by Matt Doty on Monday, December 22, 2014
Section 179 deduction at $500k, Bonus Depreciation at 50%
The law extends 50% bonus depreciation and $500k Section 179 level for one year retroactive to January 1, 2014. This gives business owners until December 31, 2014 to make qualifying purchases for Bonus Depreciation. The Section 179 extention expires in the 2014 tax year.
The acquisition of equipment under a $1 purchase option lease or Equipment Finance Agreement (EFA) qualifies for the Section 179 tax break. Subject to limitations, Section 179 allows taxpayers to take an outright deduction equal to the full purchase price of qualifying equipment purchased during the tax year, and a $1 purchase option lease or EFA is considered a purchase under the Internal Revenue Code.
The limitations on the deduction for tax years that begin in 2014 include:
(a) an aggregate cap on the Section 179 deduction of $500,000
(b) a dollar-for-dollar reduction in that cap to the extent that the cost of qualifying equipment placed by the taxpayer during the tax year exceeds $2 million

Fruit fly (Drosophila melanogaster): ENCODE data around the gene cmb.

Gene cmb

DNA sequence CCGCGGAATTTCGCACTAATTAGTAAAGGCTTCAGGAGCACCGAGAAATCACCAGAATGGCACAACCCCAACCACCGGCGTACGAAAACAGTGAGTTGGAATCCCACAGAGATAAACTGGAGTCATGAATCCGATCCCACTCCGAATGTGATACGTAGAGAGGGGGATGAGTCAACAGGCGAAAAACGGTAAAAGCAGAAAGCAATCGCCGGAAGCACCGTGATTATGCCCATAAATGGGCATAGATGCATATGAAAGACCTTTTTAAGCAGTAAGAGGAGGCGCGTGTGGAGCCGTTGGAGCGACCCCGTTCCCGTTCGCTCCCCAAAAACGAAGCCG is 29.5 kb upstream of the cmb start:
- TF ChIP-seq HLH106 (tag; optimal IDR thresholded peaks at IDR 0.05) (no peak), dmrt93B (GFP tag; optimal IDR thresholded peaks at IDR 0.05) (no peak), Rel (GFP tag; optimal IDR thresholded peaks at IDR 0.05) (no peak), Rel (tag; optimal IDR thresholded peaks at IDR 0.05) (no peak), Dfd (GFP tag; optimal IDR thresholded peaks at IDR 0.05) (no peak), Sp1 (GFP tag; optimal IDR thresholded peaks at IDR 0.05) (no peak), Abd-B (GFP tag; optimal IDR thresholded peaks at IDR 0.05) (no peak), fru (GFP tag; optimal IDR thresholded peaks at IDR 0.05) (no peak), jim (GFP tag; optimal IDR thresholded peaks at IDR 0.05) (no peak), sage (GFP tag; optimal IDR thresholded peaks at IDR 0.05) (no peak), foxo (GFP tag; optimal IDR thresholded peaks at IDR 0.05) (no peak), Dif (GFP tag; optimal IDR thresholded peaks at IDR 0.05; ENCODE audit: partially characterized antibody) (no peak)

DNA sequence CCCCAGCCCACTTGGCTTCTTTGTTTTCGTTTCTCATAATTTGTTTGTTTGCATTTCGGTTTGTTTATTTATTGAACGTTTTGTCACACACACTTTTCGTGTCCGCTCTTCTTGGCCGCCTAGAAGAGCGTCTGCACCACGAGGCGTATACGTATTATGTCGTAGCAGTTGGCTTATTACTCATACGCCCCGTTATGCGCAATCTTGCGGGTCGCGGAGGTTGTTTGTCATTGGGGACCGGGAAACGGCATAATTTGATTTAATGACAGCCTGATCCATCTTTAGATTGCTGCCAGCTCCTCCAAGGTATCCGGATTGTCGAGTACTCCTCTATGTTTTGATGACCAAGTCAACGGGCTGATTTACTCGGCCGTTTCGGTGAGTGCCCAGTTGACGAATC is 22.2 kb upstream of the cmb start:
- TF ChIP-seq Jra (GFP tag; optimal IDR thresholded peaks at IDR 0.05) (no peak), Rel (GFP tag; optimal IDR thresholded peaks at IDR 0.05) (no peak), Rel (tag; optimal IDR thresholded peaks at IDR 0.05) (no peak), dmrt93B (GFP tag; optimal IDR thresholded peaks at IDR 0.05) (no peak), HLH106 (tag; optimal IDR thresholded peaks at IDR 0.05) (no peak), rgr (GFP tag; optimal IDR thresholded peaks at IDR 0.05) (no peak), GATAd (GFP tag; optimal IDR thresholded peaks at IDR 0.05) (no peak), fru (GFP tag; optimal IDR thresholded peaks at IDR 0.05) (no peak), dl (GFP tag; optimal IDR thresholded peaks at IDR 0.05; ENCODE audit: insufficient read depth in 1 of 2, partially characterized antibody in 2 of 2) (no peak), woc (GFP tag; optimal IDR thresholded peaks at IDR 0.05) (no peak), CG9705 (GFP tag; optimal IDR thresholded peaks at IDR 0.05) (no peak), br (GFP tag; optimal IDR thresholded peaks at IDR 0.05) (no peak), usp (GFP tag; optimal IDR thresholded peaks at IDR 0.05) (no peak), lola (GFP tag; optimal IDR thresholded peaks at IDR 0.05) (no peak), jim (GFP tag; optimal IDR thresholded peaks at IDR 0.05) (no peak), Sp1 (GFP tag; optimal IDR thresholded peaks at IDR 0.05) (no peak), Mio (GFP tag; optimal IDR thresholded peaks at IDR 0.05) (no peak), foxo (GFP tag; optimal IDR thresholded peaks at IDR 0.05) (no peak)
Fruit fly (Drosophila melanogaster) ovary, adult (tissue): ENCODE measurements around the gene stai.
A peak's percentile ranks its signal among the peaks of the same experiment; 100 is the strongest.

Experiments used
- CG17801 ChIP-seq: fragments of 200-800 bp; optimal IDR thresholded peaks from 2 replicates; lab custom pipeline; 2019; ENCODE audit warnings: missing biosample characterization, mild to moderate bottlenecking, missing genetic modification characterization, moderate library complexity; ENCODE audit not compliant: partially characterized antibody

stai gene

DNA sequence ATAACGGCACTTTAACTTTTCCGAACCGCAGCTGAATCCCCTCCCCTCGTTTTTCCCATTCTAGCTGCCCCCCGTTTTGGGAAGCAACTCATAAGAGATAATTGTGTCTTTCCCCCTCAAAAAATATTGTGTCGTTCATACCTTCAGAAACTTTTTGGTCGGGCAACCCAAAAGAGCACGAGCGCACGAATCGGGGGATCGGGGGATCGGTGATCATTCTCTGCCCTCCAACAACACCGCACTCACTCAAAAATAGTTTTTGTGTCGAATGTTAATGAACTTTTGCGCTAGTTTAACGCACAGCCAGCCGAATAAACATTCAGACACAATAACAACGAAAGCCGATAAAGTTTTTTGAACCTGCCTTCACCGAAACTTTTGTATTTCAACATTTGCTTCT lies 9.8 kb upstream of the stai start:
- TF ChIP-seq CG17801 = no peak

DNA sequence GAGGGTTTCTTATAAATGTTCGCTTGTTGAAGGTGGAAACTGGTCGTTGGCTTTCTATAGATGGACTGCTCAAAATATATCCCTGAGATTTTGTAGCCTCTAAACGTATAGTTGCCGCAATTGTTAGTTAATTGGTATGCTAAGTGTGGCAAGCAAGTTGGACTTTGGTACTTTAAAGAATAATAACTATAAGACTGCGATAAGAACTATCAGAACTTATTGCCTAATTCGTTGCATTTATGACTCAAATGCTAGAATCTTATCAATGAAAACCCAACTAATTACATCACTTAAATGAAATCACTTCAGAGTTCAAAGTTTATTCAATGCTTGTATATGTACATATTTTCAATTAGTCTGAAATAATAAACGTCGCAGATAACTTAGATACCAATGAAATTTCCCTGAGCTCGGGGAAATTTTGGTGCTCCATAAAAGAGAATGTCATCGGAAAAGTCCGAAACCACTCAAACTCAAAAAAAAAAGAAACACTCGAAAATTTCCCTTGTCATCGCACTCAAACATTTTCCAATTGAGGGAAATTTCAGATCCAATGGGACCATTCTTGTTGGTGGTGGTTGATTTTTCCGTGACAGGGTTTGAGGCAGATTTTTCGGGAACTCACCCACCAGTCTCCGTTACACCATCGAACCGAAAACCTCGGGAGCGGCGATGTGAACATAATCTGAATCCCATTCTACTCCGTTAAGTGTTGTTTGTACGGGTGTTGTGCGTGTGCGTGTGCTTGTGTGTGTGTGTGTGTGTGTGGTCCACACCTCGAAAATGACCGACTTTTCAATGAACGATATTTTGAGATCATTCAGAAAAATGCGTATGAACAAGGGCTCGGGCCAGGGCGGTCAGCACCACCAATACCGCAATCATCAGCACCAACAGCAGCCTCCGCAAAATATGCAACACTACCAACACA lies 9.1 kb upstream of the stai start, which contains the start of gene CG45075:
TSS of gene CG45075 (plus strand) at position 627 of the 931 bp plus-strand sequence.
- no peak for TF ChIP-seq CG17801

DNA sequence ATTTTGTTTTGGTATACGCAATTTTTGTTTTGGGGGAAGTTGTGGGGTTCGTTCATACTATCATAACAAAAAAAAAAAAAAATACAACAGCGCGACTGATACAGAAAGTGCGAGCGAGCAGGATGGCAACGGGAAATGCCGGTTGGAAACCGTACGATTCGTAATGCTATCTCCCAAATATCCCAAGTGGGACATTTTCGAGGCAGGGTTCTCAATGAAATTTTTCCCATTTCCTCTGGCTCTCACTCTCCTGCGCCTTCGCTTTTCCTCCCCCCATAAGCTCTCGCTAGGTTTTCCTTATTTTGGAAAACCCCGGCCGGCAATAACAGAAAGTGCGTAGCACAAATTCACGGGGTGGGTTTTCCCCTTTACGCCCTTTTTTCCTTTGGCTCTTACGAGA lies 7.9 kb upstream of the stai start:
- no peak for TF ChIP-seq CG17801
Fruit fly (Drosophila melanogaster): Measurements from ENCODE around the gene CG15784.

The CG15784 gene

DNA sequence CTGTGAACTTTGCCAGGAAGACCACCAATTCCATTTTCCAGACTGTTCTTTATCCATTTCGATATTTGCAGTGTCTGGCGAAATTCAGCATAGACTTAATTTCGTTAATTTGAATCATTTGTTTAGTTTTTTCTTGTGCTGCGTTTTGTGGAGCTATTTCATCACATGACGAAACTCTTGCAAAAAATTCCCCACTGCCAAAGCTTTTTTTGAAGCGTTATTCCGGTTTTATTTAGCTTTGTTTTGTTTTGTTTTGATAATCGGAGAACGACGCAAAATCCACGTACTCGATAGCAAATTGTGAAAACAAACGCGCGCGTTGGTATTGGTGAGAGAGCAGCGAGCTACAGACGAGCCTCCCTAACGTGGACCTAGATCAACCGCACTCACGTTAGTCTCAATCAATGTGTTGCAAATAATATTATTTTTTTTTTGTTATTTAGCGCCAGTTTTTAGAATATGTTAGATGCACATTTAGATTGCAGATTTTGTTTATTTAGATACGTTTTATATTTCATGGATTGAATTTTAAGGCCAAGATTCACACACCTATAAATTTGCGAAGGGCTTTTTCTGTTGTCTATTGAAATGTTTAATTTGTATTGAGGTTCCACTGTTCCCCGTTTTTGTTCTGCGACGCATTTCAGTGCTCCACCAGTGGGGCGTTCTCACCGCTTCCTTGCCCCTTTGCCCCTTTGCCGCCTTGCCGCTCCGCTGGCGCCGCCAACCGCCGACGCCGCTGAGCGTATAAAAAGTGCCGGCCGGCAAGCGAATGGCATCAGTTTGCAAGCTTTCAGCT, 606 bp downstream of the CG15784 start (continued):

(c) the deduction cannot reduce taxable income below $ -0-
(d) other applicable limitations
50% bonus depreciation extended
Benefit now expires December 31, 2014
Taxpayers who use up their entire $500,000 Section 179 tax deduction, or have exceeded the $2 million Section 179 phase out threshold, can turn to the 50% bonus depreciation deduction for a big tax advantage on qualifying equipment acquisitions before December 31, 2014.
50% bonus depreciation generally allows for an outright deduction of 50% of the otherwise depreciable cost of the equipment. In addition, taxpayers enjoy the regular depreciation deduction (e.g., 20% of the depreciable amount in the first year if 5 year MACRS depreciation applies) on any amount in excess of the Section 179 deduction and the bonus depreciation deduction.
NOTE: The Section 179 and Bonus Depreciation deductions are subject to applicable limitations under the Internal Revenue Code. These materials are not intended to be tax advice. You should speak with your own tax or legal advisor(s) to determine how these rules would apply in your circumstances.